TURN UP THE TUNES
When it comes to iPod docks, most offerings miss the bar. Some offer excellent sound and striking looks, but only Apple's own Hi-Fi system -- and now the Geneva Sound Systems Model XL -- can really fill a room with digital music.
The Model XL, like the Apple Hi-Fi system, was made for audiophiles, and costs a hefty US$1,075 at www.genevalab.com. It comes in three colors -- black, red and white -- and has an array of speakers rivaled only by a surround-sound system. The 600-watt system has two 1-inch tweeters, two 5-1/4-inch woofers and two 8-inch subwoofers. The XL includes an internal amplifier.
A dock on top of the 38kg system can accommodate almost any iPod, including the nano. Owners of the iPod Shuffle and other MP3 players can use the audio-in jack; an RCA jack connects game systems and other devices.
In addition to playing external music, the XL has a built-in CD player that can play standard CDs and disks containing MP3 music files. It also has a digital FM tuner with six presets. Finished in lacquered wood and made to stand on the floor or on an optional aluminum stand, the XL may make your other iPod docks jealous.
E-MAIL IN HAND
Research in Motion and its popular BlackBerry are out of dire legal straits, but that's no reason to ignore the range of other hand-held devices for sending and receiving e-mail. Consider the Motorola Q, a Windows Mobile cell phone with a full keyboard and a bright 2.4-inch color screen.
The Q will be one of the thinnest smartphones on the market when it comes out. The Q takes a cue from the Motorola Razr with its half-inch profile and smart silver case. It supports Microsoft Outlook as well as other e-mail services that deliver new mail to the phone automatically.
The phone has Bluetooth wireless networking ability and can play music files in various formats. Its 1.3-megapixel camera takes snapshots with a flash and can play back and record video.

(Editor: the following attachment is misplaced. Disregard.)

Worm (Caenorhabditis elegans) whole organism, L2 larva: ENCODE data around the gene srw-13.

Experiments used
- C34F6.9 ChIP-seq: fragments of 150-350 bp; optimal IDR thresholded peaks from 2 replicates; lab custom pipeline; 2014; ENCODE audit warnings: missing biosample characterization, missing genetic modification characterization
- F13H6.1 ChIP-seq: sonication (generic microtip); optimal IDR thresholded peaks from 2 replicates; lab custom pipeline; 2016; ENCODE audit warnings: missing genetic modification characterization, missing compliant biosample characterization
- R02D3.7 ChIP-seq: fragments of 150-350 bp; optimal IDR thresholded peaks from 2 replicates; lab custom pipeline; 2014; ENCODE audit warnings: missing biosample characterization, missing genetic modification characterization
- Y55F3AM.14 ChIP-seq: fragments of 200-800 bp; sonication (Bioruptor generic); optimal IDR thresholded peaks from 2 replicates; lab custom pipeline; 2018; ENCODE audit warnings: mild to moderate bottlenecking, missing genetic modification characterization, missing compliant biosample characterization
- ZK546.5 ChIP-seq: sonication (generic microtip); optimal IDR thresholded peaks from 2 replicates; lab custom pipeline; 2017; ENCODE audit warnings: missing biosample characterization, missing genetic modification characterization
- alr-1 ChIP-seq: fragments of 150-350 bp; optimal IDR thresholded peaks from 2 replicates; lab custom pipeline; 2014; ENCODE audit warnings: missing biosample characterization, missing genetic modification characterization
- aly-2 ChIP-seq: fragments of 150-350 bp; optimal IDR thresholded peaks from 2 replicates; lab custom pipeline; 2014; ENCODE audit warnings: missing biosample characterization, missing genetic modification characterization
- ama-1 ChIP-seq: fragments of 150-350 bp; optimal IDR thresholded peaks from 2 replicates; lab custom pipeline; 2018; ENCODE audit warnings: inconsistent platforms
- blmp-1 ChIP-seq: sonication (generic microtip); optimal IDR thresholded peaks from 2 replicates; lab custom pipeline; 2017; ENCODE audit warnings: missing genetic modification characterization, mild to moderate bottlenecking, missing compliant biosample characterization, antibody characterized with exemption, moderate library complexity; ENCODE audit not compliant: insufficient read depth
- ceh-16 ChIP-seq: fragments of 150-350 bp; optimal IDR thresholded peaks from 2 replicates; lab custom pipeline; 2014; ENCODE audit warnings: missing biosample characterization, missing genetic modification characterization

The Q comes with 64 megabytes of memory and accepts MiniSD cards for more storage. The battery lasts about three hours in use and has 200 hours standby time. It also has a central navigation button and a side thumbwheel.
KEEP STATS ON A SINGLE MONITOR
For those with multiple sports interests, like triathletes, keeping track of training can be tricky. Conventional wristwatch-style heart-rate monitors cannot display or record vital bicycle statistics like speed and distance. And while some bicycle computers double as heart-rate monitors, they cannot come along on a swim or a run.
The Polar CS300 reverses the usual combination by putting a bicycle computer into a wristwatch-style heart-rate monitor to create a device that can play along with any sport.
To capture data from the bicycle, the CS300 relies on a wireless transmitter that monitors the front wheel. A second transmitter, a US$30 option, tracks the rider's pedaling rate. While users are expected to wear it on a wrist rather than mount it on a handlebar, the CS300 has all the features of most advanced bicycle computers. Its display has a small pointer indicating if the rider is improving average speed or falling behind.
The CS300 even performs a running calculation of how long it will take the rider to get back home.
WE ALREADY SHOWED YOU HAWAII?
Conventional slide projectors had a reputation as dinner-party killers. A seemingly endless series of fuzzy images thrown up on a white screen quickly grows dull, no matter what you are looking at.